“There Are No Water Moccasins in North Carolina”

I have been busy. So busy there’s been limited time to write much for this website. The tight schedule isn’t going to ease off anytime soon. Until then I’ll try to post stories you might find interesting.

If you’ve been a reader you know not 100% of my articles are specific to archery. This is one of those articles. This one has to do with a puffed up fisherman that knows it all.

Now being a know-it-all is good if the claim to knowledge is true. I’ve known a few real know-it-alls. They were truly remarkably brilliant. These (three people) weren’t just wizards in math and science, these three had common sense and could do anything. Seriously, anyone one of them could talk about science, history, and current events, renovate a house or clean a deer.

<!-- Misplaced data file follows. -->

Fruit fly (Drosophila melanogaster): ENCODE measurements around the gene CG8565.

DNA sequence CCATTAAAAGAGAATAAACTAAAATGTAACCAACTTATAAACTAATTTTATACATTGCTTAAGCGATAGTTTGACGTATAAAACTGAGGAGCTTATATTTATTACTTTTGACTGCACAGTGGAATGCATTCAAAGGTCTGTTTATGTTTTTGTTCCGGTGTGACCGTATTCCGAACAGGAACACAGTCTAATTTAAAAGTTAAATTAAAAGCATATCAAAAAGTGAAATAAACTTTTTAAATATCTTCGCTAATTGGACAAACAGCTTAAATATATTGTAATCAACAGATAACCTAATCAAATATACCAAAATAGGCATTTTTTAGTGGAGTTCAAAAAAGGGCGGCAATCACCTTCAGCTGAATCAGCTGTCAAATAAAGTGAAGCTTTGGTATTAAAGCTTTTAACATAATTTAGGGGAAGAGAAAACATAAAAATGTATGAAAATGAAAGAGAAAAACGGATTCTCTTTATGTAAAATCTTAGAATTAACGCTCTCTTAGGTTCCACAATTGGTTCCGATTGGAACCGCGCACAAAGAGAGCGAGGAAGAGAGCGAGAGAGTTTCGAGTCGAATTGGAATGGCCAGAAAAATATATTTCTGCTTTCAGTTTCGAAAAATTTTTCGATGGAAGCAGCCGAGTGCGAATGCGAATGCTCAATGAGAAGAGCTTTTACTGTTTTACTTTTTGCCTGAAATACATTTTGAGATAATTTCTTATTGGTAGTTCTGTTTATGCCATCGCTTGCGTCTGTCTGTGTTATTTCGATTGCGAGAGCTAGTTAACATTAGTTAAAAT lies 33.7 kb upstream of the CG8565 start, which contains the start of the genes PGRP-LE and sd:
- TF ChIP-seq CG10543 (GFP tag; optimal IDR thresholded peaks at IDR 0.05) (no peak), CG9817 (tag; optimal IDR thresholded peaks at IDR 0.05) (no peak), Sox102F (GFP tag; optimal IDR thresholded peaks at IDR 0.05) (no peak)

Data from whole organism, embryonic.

The particular false know-it-all knew a lot of stuff much that he shared during a striper-fishing trip. He was extremely confident in all proclamations and orations. It didn’t take long until his lectures had the same impact that a freshman chemistry professor has while in front of a white board – he was making me sleepy. In fact, and in addition to absolutely zero fish in the boat other than bait, I stretched out across the bow of the boat for a nap.

In turn, the angler-lecturer on board increased his volume so that I might not miss important or key points. A series of facts he began disseminating while I tried to drift away dealt with US Geography and snakes.

Near Elizabeth City, NC

Among this gospel is that, “There are no water moccasins in North Carolina.” This piqued my retort button. Disagreeing with his claim I pointed out that I’d had encounters with a good many water moccasins in North Carolina.